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Date() question

cp
My background is C and Perl. I'm new to javascript, but not
programming.

I need to make two simple calendars with the next two months dates in
them. I call them with the current month, as in:

makeCalNav('2003', '11');

function makeCalNav(yy,mm) {
var code = '';
// make a two-month calendar starting with next month
for ( i=1; i<3; i++ ){
cal = initCalendar( yy, mm + i);
code += drawCal( cal );
}
return code;
}

function initCalendar( year, month ) {
var Calendar = new Date(year, month, 1);
return Calendar;
}

In Perl, passing 2003, 12 to a date routine would be a value out of
range. Javascript IE and Mozilla for Mac seem to correctly increment
the year and initialize the calendar for jan. 2004 and feb. 2004, Is
this as it should be?

--
cp
Jul 20 '05 #1
2 1472
cp <cp****@nospam.pryce.net> writes:
My background is C and Perl. I'm new to javascript, but not
programming.

I need to make two simple calendars with the next two months dates in
them. I call them with the current month, as in:

makeCalNav('2003', '11');
Why pass numbers as strings?
function initCalendar( year, month ) {
var Calendar = new Date(year, month, 1);
return Calendar;
}

In Perl, passing 2003, 12 to a date routine would be a value out of
range. Javascript IE and Mozilla for Mac seem to correctly increment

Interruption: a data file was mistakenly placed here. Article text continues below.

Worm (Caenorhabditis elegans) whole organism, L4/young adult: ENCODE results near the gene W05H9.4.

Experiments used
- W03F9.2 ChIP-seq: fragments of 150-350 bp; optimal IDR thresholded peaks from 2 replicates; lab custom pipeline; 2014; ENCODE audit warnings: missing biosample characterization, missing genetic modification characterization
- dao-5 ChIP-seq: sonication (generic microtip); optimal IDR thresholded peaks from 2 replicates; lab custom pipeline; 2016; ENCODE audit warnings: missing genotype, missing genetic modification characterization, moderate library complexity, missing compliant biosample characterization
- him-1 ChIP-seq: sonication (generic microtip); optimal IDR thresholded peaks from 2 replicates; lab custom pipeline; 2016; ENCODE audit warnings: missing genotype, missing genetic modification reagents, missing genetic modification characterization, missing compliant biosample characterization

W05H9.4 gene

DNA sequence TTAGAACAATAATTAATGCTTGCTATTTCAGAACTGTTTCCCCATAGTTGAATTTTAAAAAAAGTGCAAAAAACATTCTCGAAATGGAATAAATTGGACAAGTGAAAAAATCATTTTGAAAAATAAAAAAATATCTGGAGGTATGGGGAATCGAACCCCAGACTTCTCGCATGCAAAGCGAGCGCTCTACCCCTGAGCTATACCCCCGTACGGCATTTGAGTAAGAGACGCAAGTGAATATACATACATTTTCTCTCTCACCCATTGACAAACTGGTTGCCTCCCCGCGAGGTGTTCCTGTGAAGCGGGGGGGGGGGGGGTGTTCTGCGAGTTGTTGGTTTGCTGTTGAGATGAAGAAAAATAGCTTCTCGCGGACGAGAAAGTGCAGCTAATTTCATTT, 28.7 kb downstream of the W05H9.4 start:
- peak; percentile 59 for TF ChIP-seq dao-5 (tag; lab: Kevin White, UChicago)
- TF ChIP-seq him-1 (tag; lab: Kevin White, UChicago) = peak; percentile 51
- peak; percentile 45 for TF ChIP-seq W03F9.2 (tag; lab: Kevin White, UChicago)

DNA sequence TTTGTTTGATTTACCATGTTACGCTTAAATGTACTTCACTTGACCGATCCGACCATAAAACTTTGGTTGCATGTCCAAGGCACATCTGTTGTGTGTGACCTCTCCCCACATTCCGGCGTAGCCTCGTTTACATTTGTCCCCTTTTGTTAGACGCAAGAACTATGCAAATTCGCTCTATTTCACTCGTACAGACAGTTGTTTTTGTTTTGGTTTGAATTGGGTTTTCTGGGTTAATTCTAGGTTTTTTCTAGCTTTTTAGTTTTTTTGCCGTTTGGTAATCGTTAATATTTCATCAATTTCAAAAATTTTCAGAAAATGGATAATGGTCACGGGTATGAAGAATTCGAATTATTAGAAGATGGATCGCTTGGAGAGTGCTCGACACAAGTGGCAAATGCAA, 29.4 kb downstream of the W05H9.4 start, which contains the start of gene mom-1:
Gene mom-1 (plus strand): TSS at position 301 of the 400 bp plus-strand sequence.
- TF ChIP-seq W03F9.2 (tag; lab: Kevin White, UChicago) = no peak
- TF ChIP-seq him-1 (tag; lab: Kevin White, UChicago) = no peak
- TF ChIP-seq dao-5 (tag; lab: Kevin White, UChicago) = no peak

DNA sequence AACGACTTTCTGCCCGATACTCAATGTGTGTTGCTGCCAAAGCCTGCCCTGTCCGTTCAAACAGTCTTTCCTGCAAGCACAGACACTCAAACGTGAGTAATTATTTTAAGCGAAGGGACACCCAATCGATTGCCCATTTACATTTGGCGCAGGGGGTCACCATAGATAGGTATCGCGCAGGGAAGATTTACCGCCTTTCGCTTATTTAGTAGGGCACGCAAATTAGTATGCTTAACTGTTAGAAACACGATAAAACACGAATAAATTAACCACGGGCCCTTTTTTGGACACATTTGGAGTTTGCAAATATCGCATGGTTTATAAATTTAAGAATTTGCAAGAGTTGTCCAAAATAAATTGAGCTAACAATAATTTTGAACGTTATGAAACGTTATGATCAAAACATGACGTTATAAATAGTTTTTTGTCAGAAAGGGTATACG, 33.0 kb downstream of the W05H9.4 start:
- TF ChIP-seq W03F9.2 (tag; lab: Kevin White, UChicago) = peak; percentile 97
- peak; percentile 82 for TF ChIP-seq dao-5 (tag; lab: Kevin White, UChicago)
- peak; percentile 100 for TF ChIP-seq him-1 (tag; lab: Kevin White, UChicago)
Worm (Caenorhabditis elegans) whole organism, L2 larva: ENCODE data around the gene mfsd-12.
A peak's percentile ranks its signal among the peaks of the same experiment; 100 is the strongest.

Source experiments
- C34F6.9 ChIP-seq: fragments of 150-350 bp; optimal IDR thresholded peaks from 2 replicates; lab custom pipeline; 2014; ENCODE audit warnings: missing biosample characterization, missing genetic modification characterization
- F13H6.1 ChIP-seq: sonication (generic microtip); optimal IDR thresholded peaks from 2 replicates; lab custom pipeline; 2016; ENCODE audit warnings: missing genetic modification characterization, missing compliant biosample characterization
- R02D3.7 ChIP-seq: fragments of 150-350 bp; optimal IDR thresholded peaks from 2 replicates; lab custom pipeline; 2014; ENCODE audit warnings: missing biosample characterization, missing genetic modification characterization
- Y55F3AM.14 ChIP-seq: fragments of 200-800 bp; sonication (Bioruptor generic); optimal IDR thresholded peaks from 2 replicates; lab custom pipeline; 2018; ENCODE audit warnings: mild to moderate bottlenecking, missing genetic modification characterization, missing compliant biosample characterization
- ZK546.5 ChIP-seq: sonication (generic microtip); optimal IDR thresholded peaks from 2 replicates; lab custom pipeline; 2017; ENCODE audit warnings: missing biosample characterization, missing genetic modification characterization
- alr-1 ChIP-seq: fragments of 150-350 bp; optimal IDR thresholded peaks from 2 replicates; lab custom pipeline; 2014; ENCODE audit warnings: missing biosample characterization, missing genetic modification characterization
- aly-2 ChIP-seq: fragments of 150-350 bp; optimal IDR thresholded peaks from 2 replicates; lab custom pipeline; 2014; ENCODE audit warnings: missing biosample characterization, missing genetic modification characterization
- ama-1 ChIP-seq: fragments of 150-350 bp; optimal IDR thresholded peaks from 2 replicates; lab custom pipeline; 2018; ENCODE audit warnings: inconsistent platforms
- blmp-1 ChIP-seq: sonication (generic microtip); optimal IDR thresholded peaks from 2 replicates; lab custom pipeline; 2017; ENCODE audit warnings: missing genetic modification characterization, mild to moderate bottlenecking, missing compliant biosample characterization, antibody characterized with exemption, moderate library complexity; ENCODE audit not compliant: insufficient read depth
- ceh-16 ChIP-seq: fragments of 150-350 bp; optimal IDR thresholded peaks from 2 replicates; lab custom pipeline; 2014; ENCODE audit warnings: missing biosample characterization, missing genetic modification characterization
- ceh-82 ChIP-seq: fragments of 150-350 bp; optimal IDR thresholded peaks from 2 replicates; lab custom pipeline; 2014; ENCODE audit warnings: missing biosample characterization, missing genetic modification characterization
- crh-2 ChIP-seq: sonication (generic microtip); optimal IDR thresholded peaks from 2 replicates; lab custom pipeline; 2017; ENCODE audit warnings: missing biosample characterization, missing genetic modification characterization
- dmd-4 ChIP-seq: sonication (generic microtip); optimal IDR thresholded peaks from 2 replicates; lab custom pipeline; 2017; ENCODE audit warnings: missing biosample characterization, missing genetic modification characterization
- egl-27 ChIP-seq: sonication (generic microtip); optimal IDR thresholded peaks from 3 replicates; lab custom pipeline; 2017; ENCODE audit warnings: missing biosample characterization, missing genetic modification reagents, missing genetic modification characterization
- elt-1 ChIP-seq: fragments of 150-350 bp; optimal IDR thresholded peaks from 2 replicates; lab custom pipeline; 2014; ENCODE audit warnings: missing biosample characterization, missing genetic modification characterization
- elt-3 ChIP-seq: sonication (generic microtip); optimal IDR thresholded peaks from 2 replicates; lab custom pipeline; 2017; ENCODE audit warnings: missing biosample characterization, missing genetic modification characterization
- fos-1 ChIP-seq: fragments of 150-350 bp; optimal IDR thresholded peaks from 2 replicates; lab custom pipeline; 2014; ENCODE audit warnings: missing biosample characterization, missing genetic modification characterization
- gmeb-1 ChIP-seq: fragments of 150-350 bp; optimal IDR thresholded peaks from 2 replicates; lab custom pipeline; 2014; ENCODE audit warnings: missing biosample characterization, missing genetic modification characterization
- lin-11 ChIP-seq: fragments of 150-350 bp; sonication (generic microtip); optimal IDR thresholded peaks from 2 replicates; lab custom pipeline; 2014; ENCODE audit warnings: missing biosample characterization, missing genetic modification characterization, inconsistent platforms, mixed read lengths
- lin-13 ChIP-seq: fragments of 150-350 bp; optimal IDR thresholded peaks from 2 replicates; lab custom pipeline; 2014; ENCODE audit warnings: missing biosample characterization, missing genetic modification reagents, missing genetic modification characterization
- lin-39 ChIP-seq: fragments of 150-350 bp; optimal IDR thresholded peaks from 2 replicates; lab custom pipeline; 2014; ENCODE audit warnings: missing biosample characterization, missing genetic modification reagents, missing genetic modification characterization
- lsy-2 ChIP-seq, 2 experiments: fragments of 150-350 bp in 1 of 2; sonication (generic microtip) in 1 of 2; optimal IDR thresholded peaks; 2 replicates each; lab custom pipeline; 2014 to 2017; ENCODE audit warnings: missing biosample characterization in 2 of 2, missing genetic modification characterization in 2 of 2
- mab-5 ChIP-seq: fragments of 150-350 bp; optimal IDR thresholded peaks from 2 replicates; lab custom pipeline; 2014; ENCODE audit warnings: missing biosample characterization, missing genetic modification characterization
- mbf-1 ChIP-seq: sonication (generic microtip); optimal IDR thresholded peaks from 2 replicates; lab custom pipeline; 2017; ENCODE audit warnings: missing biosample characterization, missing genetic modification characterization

the year and initialize the calendar for jan. 2004 and feb. 2004, Is
this as it should be?


Yes.

Btw, notice that the Javascript/ECMAScript Date object counts months
between 0 and 11.

When "overflowing" the Date object, the date is normalized, so the
32nd of December 2003 is normalized to the 1st of January 2004. This
behavior is described in detail in the ECMAScript standard (ECMA 262).

That makes it very easy to find the next month or next day.

Example:
---
function makeCalNav(yy,mm) {
var date = new Date(yy,mm-1,1); // -1 because Date months are 0-11
for (i=0;i<2;i++) {
drawCal(date);
date.setMonth(date.getMonth()+1); // next month, always.
}
}
---

/L
--
Lasse Reichstein Nielsen - lr*@hotpop.com
DHTML Death Colors: <URL:http://www.infimum.dk/HTML/rasterTriangleDOM.html>
'Faith without judgement merely degrades the spirit divine.'
Jul 20 '05 #2
cp
In article <u1**********@hotpop.com>, Lasse Reichstein Nielsen
<lr*@hotpop.com> wrote:
makeCalNav('2003', '11');
Why pass numbers as strings?


Noted. Thanks.
function initCalendar( year, month ) {
var Calendar = new Date(year, month, 1);
return Calendar;
}

In Perl, passing 2003, 12 to a date routine would be a value out of
range. Javascript IE and Mozilla for Mac seem to correctly increment
the year and initialize the calendar for jan. 2004 and feb. 2004, Is
this as it should be?
Yes.

Btw, notice that the Javascript/ECMAScript Date object counts months
between 0 and 11.


yes, hence the note that passing 2003, 12 would be invalid in Perl.
There is no 12 month in a 0-11 range.

[snip] date.setMonth(date.getMonth()+1); // next month, always.
}
}


The answer that I was looking for. Thank you very much.

--
cp
Jul 20 '05 #3

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